Jump to content

DIY Waterslide Decals: Laser Or Inkjet?


Player99

Recommended Posts

  • 2 weeks later...
  • Members

Laser's better for a number of reasons (waterproof for one, colour and sharpness tend to be better too, in my experience). The question is, do you have access to a colour (assuming you need colour, of course) laser printer?

 

I did this one with a laser printer:

http://acapella.harmony-central.com/showthread.php?2850477-Restoring-a-vintage-Hofner-Colorama-II-(lots-of-pics)&p=44529333&viewfull=1#post44529333

 

It's different paper you need depending on the type of printer, btw.

Link to post
Share on other sites
  • Members

You are aware that water slides are plastic and that a laser printer uses heat to set the toner. If you check the package on most water slides it warns against using laser. The heat can, and sometimes does, melt the plastic. If the plastic is melted, it has the potential to ruin the toner cartridges, the belt, and the heater. On my printer the belt is $85, the cartridges $70 x 4, and the heater is special order at $150.

 

I do not know about you, but I will not run a water slide through my Brother HL-4070 CDW printer. I would, however, wait longer for a water slide to dry if printed with a water resistant ink (most of them these days). Then again, there may be water slides for laser printers now.

 

Your choice.

Link to post
Share on other sites
  • Members

 

You are aware that water slides are plastic and that a laser printer uses heat to set the toner. If you check the package on most water slides it warns against using laser. The heat can, and sometimes does, melt the plastic. If the plastic is melted, it has the potential to ruin the toner cartridges, the belt, and the heater. On my printer the belt is $85, the cartridges $70 x 4, and the heater is special order at $150.


I do not know about you, but I will not run a water slide through my Brother HL-4070 CDW printer. I would, however, wait longer for a water slide to dry if printed with a water resistant ink (most of them these days). Then again, there may be water slides for laser printers now.


Your choice.

 

 

Well, maybe that depends on the paper.

 

I don't claim to be an authority but I used to print decals as a side business for scale modeling so I can offer this advice after printing 100's of decals.

 

First, I bought all my decal paper here - http://www.tangopapadecals.com/ Great prices and great paper.

Second, for color decals I used an ALPS printer. It's actually a ribbon printer (like the old manual typewriters). Great printer because it can print metallics and white. No longer in business and ribbons are tough to get.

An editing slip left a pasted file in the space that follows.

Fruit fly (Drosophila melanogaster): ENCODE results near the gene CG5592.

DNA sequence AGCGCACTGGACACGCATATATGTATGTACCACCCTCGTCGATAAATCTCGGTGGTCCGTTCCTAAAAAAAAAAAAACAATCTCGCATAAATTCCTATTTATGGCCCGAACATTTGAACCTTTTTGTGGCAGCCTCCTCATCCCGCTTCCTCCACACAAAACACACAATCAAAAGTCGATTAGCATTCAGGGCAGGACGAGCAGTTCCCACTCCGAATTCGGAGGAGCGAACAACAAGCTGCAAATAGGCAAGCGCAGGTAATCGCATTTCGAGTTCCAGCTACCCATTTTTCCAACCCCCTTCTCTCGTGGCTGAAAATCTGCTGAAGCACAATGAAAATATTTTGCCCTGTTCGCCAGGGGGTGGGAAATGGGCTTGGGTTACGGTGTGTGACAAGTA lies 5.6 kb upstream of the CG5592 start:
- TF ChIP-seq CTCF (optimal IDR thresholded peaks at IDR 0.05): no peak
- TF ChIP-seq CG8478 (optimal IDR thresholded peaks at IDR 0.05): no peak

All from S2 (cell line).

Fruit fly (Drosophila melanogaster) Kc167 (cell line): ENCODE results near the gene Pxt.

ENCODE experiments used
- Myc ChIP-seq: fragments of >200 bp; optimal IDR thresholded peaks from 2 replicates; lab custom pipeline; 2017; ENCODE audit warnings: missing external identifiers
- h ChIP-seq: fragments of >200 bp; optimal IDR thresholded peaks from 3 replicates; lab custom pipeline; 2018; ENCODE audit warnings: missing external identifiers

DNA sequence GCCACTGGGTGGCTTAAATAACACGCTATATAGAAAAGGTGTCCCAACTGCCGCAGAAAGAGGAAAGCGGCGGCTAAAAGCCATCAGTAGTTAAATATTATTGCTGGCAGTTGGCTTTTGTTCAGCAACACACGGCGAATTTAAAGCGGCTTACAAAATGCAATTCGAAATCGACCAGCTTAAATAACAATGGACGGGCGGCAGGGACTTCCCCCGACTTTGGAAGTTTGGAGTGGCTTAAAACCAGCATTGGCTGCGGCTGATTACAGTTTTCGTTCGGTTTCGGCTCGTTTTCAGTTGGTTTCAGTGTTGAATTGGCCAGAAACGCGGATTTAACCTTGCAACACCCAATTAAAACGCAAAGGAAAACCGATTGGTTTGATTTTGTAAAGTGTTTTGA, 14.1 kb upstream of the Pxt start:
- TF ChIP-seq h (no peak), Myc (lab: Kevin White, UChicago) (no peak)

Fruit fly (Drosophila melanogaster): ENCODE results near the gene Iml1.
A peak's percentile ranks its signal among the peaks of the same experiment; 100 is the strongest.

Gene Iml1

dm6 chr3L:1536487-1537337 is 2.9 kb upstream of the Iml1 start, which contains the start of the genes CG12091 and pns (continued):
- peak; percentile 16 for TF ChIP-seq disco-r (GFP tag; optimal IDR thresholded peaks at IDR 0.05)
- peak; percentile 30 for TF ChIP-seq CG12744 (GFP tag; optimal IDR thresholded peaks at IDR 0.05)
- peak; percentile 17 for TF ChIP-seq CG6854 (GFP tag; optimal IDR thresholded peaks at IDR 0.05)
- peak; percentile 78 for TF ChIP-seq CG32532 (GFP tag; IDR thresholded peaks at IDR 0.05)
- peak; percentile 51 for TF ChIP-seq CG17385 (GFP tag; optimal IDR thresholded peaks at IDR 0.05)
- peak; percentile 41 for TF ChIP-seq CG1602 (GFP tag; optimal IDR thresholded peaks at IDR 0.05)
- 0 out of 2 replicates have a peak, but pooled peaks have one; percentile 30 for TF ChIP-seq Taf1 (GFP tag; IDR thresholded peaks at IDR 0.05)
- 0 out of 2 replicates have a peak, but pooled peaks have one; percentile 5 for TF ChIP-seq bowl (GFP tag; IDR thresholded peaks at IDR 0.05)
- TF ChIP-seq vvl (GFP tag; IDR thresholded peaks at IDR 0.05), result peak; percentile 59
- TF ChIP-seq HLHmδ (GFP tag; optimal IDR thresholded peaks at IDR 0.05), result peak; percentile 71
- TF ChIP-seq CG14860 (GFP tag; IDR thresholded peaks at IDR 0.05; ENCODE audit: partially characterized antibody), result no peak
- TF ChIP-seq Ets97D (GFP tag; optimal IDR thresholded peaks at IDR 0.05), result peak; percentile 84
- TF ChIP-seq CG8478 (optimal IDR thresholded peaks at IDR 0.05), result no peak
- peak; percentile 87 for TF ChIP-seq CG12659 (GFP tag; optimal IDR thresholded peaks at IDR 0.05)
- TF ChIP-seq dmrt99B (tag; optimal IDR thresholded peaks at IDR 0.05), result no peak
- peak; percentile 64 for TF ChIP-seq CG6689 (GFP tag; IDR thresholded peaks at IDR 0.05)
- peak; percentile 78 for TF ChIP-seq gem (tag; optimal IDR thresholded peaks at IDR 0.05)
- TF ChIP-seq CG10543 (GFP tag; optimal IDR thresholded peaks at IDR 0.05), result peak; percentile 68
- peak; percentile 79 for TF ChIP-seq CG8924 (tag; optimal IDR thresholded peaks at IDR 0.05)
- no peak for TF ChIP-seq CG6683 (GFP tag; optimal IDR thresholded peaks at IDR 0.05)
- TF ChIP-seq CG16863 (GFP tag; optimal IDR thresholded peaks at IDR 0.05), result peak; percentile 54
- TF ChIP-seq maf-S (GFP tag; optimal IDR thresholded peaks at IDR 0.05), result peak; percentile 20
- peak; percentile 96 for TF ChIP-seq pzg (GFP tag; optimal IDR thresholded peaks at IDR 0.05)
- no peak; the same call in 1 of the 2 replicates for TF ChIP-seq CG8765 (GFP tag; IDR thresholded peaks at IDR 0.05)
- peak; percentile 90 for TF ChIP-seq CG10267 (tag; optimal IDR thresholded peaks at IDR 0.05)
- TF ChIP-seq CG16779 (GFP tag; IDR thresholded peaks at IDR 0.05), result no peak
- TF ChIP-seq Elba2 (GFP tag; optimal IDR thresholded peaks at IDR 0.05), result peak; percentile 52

Third, I would go with a laser printer over an inkjet printer.

Fourth, seal your decal prior to applying. There are a couple of ways of doing this. One I used most often was to spray very light coats of Duplicolor clear coat paint over the top. Very light coats. Otherwise you can cause bleading/running of the ink. You can also (if you have an airbrush) apply a few light coats of Future floor wax (an acrylic clear coat essentially). The clear coats not only protect the ink/print but also make the decal less fragile when applying.

Fifth, always apply over a gloss surface. Othewise the decal can 'silver' from not being able to properly glue/adhere to the surface.

Link to post
Share on other sites
  • Members

 

Then again, there may be water slides for laser printers now.

 

 

Just to give a bit more information here, the decal paper I used was specifically made for laser printers. This is the type I got:

 

http://www.decalpaper.com/product-p/l875c.htm

 

It does warn you that you should use the paper as soon as the laser printer is switched on to avoid too much heat starting to melt the paper, so your warning is certainly warranted.

Link to post
Share on other sites
  • Members

You simply need to buy either inkjet of laser waterslide decal paper.

Ones designed for high temp and one isnt.

 

http://www.decalpaper.com/Default.asp

 

I work for a major manufacturer of copiers and art studios and places like Fedex/Kinkos use the high temp stuff all the time.

Ink jet cant compare to the print quality of a dry toner machine so making up your artwork, sticking it on a thumb drive and

taking it to a kinkos or local print shop is the best way to go. Ink jets are water based and the print can run when you stick the

decal in water for applying it to a guitar neck.

Link to post
Share on other sites

Archived

This topic is now archived and is closed to further replies.

×
×
  • Create New...